It is essential to the effectiveness of your sales presentations to establish rapport and trust with your prospects.
It is also important to gather information by asking them open-ended questions about their problems and needs.
The next step is to establish an agreement on need where you will summarize all the input you have received from your prospect so far. Then you'll create a capsule summary based on that information to help you both agree on the prospect's needs and how best to serve them.
If you are not able to effectively communicate your understanding of your prospects' needs, they will assume you are not really interested in serving them.
By summarizing the input you've received in the approach and qualification steps, you communicate that you are tuned in to your prospects, that you care about their problems and that you and the prospect are working together as a team to fill your prospect's needs.
The agreement on need step is crucial because it clears up the communication process, which is what selling is all about.
To easily understand your prospects' needs as well as to help them understand their own needs better, take the time to communicate sincerely that, above all, you want to be of service to them. This immediately creates a win-win atmosphere in the sales relationship.
If more salespeople took the time to evaluate their selling techniques they would give far more effective presentations. They would also see how developing win-win relationships make it easier for both parties to understand the prospects' requirements and how to meet them.
Earlier in your presentation your open-ended qualifying questions helped you uncover your prospect's exact problems. They helped you discover what the prospect needs, how your product or service might be used, what aspects of your product or service are the most important to this prospect and the benefits he or she expects to receive with the purchase.
Now it's time to put all the information together and present it to your prospect in a capsule summary.
Your statement should follow this form:
"As I understand it, you are looking for something that will [summarize all the important information that you have gathered in the approach and qualification steps]. Is that correct?"
When you say: "As I understand it..." you are verifying the information you have received thus far and that you and the prospect are on the same wavelength. When you ask: "Is that correct?" it gives the prospect the opportunity to clarify any misunderstandings that may exist.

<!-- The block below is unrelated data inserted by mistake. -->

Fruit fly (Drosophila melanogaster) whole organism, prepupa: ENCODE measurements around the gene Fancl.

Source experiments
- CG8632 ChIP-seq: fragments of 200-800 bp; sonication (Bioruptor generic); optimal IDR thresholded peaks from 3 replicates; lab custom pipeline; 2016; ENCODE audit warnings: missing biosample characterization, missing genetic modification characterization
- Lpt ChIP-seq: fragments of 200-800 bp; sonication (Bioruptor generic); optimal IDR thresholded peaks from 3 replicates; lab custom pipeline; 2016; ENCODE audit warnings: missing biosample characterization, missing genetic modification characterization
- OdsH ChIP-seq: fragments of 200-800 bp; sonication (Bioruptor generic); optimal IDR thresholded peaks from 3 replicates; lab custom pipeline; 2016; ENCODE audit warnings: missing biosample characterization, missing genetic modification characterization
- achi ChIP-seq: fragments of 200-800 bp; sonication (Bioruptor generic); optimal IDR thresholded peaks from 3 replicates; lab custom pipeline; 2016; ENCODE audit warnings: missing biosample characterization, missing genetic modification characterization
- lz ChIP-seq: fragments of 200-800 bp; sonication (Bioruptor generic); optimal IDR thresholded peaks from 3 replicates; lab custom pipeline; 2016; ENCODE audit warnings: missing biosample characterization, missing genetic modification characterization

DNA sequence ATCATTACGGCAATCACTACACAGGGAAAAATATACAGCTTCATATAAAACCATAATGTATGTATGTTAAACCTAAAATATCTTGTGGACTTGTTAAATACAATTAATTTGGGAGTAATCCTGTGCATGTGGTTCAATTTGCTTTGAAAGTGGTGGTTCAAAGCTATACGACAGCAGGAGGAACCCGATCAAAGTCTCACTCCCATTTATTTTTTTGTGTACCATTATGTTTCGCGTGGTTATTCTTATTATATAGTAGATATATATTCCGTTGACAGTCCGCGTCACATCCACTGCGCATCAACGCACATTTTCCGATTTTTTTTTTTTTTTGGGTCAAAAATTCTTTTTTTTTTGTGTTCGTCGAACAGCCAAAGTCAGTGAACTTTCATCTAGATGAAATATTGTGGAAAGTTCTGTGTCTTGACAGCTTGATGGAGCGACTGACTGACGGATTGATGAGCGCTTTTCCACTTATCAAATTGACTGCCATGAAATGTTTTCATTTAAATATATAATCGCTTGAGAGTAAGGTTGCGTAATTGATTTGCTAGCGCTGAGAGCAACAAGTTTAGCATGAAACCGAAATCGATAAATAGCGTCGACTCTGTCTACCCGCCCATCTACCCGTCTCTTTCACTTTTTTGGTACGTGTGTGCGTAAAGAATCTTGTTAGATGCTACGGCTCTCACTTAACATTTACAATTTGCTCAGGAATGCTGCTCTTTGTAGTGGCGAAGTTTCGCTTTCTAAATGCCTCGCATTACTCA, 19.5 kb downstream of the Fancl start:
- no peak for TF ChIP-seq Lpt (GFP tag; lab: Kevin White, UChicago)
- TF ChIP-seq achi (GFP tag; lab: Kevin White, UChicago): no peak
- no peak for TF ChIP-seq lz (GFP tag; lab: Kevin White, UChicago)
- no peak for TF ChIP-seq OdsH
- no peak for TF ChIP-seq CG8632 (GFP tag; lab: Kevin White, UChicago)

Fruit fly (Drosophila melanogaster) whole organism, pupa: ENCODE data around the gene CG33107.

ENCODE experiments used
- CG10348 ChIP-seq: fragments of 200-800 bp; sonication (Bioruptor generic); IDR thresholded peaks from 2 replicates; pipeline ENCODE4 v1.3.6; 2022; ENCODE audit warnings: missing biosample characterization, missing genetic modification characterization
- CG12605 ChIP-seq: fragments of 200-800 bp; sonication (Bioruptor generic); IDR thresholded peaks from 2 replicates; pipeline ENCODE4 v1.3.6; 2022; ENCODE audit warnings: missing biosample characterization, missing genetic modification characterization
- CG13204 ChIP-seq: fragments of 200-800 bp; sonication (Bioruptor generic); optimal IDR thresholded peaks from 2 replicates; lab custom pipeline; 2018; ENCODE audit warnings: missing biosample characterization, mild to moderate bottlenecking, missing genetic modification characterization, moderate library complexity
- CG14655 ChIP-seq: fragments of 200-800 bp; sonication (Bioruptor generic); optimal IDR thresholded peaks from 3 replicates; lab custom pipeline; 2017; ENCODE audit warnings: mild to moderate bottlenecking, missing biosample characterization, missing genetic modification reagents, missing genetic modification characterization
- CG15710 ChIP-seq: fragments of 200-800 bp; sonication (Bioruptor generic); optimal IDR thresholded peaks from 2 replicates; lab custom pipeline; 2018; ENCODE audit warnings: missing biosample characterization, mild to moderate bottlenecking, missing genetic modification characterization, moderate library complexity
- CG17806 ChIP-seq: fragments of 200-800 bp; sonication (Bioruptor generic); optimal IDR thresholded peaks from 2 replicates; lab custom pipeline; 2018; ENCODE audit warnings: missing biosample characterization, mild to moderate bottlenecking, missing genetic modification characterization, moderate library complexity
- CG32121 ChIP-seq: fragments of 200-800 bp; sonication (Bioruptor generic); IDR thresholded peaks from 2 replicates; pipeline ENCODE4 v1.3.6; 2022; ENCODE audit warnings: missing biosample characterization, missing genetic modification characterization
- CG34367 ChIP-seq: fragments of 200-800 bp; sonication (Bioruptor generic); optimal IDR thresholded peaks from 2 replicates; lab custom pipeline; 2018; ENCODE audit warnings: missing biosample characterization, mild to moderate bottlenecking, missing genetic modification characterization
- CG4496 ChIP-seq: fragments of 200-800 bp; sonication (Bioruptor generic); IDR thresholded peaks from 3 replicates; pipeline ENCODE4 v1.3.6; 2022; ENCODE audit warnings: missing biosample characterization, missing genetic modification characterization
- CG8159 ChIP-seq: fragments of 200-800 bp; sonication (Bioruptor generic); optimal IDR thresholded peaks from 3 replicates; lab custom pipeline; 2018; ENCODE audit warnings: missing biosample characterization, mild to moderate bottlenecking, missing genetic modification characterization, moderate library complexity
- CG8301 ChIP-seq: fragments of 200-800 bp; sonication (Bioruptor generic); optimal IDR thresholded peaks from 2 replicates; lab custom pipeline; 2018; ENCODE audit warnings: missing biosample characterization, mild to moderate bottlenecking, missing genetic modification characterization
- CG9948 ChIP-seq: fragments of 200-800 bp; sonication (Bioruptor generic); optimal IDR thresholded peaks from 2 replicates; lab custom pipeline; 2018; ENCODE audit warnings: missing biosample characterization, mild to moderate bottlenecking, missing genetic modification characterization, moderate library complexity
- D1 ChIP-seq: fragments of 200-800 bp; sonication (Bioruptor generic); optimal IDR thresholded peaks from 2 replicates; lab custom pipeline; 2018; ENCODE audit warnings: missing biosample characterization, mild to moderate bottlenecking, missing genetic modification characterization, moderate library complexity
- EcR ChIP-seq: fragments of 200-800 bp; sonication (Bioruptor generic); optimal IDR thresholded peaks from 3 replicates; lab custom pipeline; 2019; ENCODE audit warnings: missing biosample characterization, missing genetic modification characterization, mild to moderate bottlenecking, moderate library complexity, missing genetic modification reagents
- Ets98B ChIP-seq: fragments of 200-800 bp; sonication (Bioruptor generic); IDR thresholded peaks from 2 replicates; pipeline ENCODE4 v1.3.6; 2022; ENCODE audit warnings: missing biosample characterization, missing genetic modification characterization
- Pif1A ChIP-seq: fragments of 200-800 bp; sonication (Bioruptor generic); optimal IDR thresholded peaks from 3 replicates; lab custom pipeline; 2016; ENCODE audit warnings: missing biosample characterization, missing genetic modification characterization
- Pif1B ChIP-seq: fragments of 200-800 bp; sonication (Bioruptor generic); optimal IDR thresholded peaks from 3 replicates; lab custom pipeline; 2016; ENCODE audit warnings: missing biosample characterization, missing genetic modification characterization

This capsule summary statement is so important, and so effective, that I recommend you commit it to memory. Read it over several times and then practice saying it until you are comfortable with it.
The following is an example of how the capsule summary can be used:
"As I understand it, you are looking for an electronic system to control your building's complete heating, cooling and lighting systems, provide your employees with consistent comfort and cut your energy bills by a minimum of 20 percent. Is that correct?"
Making this statement shows your prospects that you have listened to and understand their needs and wants. From this point on you can have confidence that you and your prospect are working in complete accord toward mutual goals.
In using the capsule summary in the agreement on need step you also demonstrate that you are a serious professional sales counselor -- one who uses persuasion, not pressure.
Keep in mind that prospects buy not because they understand you or your product but because they feel you understand them and their needs.
If your statement is right on target your prospect will tell you.
However, if the prospect says, "No" don't panic.
One of the reasons you asked, "Is that correct?" is to allow the prospect to make corrections. Listen to those corrections, revise your statement incorporating those changes and present it again using the form outlined above.
If the prospect says "No" a second time, go over the details with them again.
Continue this process of restating the capsule summary until there are no further corrections and you both agree.
As a professional salesperson you cannot assume that you have heard correctly or remember every fact or that you have pinpointed your prospect's problems and needs exactly. Therefore, you should continue to verify with them until you are both in agreement.
The heart's desire of every human being is to be understood, to have someone really listen to them and remember what they've said.
Utilizing the agreement on need is the best way to communicate to your prospect that you're listening.
Roy Chitwood is an author, trainer and consultant in sales and sales management and is president of Max Sacks International, Seattle.